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HIV/AIDS

Author(s): Gregory L. Vogt, EdD, and Nancy P. Moreno, PhD.

Mapping the Spread of HIV/AIDS

Diseases have haunted the human race throughout history. With the continued expansion of the world’s population, international travel and global trade, diseases are able to spread more rapidly now than ever before. Since its origination in the 1930s, HIV has reached every coun¬try in the world and killed 30 million people. It is estimated that another 34 million people currently are living and struggling with HIV/AIDS.

This certainly is not the first disease calamity to strike humans. The Spanish Flu pandemic of 1918–19 resulted in the death of an estimated 50 million people, either directly from the disease or from its complications. Before that, yellow fever, small pox and the black plague ravaged populations around the world. Another old killer, malaria, still plays a deadly role in many nations.

Disease detectives, called epidemiologists, help us to understand and defeat these awful illnesses. Epidemiologists study factors that affect the health of populations. Their work is a colossal investigation being conducted in remote natural settings and high-tech laboratories around the world. Epidemiologists collect data to identify outbreaks of old and new diseases, analyze samples, make computer projections, and evaluate possible cures and strategies. Their goal is to identify the cause of disease and determine what to do about it.

The following classroom activity places students in the role of disease detectives, as they investigate trends in HIV infection worldwide. Students will discover that many countries with high HIV infection rates have low levels of per capita income and education, two characteristics often linked with disease. For example, malnutrition and insufficient protection against parasites, often found in economically deprived nations and communities, can limit the immune system’s ability to fight off infections. Under these circumstances, individuals are more susceptible to infection by HIV and other pathogens (disease causing organisms). HIV/AIDS treatments are expensive, and are less available in economically disadvantaged countries. Poor children have an increased likelihood of contracting HIV/AIDS from an infected mother during pregnancy or while nursing, because HIV treatments to reduce the chances of HIV transmission are expensive and may not be an option, or even available.

HIV/AIDS also depletes household resources and income. Medical care is expensive and family members who care for the sick may not be able to work. Children may be left to fend for themselves or even become orphaned. And poverty sometimes leads people to participate in risky activities that increase their chances of being exposed to disease. Sustainable economic development, improved standards of living, and better education are essential to combating the global HIV/AIDS pandemic.


Procedure
Ask students, Does anyone know what “CSI” stands for? [crime scene investigation] Have any of you watched one of the different CSI programs on television? How do the investigators on these programs gather information? Mention that students will apply problem-solving strategies and scientific techniques like those used on CSI to collect clues and explain a mystery. Discuss the topic of mapping a crime scene and help students understand how the mapping process informs investigators. Ask, What does a crime scene map tell the investigators? [It helps them determine the sequence of events.]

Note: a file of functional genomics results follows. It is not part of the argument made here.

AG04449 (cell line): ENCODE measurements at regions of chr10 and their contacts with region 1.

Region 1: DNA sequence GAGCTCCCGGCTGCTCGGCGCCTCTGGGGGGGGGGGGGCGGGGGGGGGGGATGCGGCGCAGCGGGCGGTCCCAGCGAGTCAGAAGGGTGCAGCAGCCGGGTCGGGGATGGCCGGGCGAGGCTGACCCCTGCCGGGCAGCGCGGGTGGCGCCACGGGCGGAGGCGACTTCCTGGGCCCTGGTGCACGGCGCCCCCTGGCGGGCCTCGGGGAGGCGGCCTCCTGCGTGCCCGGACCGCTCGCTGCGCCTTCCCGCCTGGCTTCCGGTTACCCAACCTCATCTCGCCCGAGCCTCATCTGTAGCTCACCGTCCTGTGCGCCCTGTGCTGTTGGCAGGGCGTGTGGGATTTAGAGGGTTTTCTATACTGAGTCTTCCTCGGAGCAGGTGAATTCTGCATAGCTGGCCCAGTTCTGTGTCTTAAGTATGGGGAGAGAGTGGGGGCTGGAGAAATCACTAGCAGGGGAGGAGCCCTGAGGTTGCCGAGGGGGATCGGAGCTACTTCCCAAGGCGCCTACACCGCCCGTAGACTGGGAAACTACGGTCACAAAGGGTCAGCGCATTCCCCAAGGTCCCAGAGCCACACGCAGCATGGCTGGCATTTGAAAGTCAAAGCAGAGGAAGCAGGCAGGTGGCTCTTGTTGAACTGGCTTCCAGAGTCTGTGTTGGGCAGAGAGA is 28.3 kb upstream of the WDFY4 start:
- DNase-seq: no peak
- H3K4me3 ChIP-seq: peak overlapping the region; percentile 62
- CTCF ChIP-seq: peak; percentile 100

Divide the class into 10 HIV/AIDS mapping teams. Provide each team with one of the ten “Adult HIV/ AIDS Prevalence Rate, by Country” tables. If you have fewer than ten teams, give some groups two tables or divide the remaining countries among all teams. 

Explain that each table lists 16 or 17 different countries for which HIV/AIDS data are available (data are not available for all countries). The number to the right of each country name is the percentage of the adult population in that country living with HIV/AIDS. (For this activity, an “adult” is defined as a person aged 15 to 49.) The data were collected from The World Factbook produced by the U.S. Central Intelligence Agency. They are from the year 2009. The percentage of infected adults in each country was calculated by dividing the total adult population by the number of adults living with HIV/ AIDS, whether or not they exhibited AIDS symptoms. 

Create a color legend for the map, or assign one or more students to create the legend. The table below provides suggested percentage ranges to be represented by each color of map pin or adhesive dot. However, you may adjust the legend on your class map to match the colors available. 

Suggested Legend 

*<0.1% Purple

0.1% – <0.5% Blue

0.5% – <1% Green

1% – <5% Yellow

5% – <15% Orange

15% – <26% Red

*< = less than 

Have each student team locate its assigned countries on the world map. Then, have students place an appropriately-colored pin or dot in the center of each country to represent the percentage of adults in that country who are living with HIV/AIDS. Some countries may be difficult to locate. A world atlas or access to geography websites will be helpful.

When all teams have plotted their countries, have them use the questions on the student page to analyze the total map display.

Lead a class discussion of the results. Ask, Do you see any trends? Where is HIV/AIDS most prevalent? [central and southern Africa.] Which country has the highest percentage of adults living with HIV/AIDS? [Swaziland: 26.1%.] What are the numbers worldwide? [34 million people are living with HIV/AIDS.]

Note: Though CDC estimates have changed over time, the numbers used on the student sheets remain useful for this lesson.


Funded by the following grant(s)

Science Education Partnership Award, NIH

MicroMatters
Grant Number: 5R25RR018605